- Andreas Gursky
- C-print mounted on Plexiglas in artist's frame
Acquired by the present owner from the above
During the 1980s, Gursky emerged as one of the leading lights among a group of German photographers schooled by the eminent professors Bernd and Hilla Becher. The Bechers' teaching concentrated on the formal structure and documentary aspects of photography. Absorbing their systematically objective and rigorously conceptual style, Gursky's art provides a poetic commentary on our world, consisting of a series of monumental, animated "vitrines" which highlight our relative insignificance within the magnitude of our surroundings.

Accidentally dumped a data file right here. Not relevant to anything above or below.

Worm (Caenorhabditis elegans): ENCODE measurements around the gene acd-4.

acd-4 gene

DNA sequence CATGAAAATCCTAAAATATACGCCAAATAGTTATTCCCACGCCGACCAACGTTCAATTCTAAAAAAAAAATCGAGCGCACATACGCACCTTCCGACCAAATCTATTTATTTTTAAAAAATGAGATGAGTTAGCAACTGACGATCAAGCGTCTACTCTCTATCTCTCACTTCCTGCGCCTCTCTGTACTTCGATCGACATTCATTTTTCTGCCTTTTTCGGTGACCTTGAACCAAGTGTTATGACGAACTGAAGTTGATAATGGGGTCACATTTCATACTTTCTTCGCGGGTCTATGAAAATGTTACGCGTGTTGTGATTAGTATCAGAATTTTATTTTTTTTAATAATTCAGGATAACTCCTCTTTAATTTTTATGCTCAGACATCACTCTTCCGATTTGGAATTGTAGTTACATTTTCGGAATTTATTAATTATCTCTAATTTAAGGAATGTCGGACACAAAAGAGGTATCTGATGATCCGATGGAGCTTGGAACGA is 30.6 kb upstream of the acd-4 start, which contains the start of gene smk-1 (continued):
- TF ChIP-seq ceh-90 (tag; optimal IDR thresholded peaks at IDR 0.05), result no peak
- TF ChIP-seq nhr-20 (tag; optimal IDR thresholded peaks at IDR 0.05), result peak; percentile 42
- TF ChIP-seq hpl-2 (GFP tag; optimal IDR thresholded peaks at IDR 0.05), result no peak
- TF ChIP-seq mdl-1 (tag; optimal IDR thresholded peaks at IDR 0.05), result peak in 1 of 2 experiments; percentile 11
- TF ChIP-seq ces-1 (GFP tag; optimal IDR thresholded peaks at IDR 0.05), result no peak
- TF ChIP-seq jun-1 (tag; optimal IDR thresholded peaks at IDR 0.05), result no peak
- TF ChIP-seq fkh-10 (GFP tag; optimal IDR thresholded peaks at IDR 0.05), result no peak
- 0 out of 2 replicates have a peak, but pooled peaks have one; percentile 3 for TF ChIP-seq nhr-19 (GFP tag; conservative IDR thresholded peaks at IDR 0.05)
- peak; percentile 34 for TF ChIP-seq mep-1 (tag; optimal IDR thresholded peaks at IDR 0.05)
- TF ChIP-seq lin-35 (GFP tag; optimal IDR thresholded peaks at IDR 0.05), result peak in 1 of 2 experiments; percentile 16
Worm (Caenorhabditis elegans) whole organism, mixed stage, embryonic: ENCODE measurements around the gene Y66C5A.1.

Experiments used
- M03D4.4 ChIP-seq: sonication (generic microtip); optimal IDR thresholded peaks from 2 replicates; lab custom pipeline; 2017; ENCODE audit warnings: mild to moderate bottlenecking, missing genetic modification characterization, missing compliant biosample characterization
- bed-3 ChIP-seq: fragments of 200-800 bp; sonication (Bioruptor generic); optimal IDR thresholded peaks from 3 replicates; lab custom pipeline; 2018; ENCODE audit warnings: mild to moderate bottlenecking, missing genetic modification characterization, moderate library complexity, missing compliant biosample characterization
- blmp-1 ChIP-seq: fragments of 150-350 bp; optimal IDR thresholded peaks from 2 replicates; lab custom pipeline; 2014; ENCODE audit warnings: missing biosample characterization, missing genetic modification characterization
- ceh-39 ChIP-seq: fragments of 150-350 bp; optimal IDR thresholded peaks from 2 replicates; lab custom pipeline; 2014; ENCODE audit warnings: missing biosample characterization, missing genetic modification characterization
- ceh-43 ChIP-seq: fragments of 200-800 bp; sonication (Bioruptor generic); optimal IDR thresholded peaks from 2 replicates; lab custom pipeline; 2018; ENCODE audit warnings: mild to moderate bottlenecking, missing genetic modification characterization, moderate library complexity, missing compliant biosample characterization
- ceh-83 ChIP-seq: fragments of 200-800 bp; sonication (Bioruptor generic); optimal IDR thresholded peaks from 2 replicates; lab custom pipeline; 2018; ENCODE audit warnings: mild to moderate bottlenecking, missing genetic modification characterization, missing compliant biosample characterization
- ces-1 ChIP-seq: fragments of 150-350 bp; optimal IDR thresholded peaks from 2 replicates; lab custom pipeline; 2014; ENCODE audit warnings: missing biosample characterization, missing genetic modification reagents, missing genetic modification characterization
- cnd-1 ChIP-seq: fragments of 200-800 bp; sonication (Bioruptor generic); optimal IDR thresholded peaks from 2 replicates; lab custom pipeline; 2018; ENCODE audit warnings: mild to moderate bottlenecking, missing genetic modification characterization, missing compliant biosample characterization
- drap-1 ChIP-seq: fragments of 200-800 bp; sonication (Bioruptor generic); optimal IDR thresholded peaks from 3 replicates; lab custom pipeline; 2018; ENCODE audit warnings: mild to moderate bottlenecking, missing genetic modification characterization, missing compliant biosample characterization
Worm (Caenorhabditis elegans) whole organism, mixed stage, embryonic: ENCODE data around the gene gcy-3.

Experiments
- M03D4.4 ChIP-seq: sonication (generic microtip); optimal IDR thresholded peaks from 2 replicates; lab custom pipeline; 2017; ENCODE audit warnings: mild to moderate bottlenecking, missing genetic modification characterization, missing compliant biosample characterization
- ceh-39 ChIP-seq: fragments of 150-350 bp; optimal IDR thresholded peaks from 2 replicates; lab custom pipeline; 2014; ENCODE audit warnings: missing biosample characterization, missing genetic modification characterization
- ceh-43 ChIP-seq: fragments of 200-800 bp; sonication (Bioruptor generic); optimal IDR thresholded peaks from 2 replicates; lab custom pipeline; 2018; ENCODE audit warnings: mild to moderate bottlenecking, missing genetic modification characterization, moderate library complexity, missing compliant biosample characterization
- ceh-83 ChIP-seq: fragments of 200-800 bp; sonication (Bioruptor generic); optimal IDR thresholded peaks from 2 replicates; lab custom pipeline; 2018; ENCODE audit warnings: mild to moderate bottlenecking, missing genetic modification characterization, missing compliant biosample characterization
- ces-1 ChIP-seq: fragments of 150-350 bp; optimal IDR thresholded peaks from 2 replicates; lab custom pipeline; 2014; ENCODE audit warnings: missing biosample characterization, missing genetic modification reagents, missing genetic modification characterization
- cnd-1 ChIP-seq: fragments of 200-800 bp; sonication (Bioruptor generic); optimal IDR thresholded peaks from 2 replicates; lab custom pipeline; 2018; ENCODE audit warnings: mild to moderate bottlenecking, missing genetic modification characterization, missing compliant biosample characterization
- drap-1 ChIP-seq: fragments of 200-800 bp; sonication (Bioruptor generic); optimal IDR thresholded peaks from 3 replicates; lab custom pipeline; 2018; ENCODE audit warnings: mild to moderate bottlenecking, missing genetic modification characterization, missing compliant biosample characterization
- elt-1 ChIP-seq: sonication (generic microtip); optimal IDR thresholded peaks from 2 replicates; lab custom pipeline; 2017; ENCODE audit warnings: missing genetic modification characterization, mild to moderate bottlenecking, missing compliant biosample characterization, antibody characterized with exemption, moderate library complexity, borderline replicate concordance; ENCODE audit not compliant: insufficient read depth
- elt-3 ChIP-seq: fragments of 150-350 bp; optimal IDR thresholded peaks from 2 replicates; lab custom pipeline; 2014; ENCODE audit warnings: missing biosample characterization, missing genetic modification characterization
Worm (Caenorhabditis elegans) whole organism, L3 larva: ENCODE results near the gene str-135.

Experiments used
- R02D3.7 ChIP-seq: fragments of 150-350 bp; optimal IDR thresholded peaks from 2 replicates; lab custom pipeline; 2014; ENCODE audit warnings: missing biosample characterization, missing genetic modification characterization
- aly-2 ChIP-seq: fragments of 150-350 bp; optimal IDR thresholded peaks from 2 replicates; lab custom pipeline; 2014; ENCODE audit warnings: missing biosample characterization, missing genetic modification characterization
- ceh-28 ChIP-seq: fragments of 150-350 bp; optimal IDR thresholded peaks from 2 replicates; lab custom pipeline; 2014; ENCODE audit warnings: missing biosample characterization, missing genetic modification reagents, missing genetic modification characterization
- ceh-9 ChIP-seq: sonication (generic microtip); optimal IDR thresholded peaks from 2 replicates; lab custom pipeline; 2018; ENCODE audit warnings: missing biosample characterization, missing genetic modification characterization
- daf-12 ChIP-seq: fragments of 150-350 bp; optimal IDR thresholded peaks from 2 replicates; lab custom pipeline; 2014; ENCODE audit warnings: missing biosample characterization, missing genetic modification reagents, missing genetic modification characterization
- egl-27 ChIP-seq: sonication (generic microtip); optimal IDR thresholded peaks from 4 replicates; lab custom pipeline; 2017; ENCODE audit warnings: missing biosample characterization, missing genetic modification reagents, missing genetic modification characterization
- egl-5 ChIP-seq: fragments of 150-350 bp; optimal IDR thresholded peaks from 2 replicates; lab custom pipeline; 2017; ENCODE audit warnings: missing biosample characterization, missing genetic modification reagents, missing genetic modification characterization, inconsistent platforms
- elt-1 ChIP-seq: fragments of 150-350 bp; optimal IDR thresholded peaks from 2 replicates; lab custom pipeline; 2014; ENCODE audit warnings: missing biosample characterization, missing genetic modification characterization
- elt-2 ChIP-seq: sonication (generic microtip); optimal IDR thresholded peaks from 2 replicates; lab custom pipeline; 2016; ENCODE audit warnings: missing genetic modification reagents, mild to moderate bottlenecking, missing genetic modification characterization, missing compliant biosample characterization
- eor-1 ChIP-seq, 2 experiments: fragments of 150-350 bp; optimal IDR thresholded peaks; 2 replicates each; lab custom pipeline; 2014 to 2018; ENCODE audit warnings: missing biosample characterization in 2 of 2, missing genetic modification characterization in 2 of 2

The current work, Frankfurt, is an outstanding example of this aesthetic practice. The scene depicted is that of the airport at Frankfurt where people occupy a slim segment along the lower register of this image, while the massive board, clearly outlining all of the destinations, gates and times dominates the picture plane. Gursky was one of the first photographers to adopt new editing technologies in order to manipulate his large scale images, and although the viewer understands this to be so, the manipulations are subtle and serve to create a reality that is at once more true in the artist's mind and yet also falsified. Here Gursky has selectively highlighted the clusters of people who, in relation to the geometric abstract expansion of the announcement board, become that much more isolated not only from each other but also from the vast global network in which modern man operates. The board serves almost as a map of the world, but not the type with which most of us are familiar; rather it is simply an amalgamation of assorted data. Gursky's modification flattens the image and emphasizes the formalistic structure of the work, making the image seem sharper but also more abstract at the same time. Frankfurt is an archetypal image wherein modern man appears disconnected from the natural world and is simply an obscure element in this oversized diagram of daily departures and arrivals.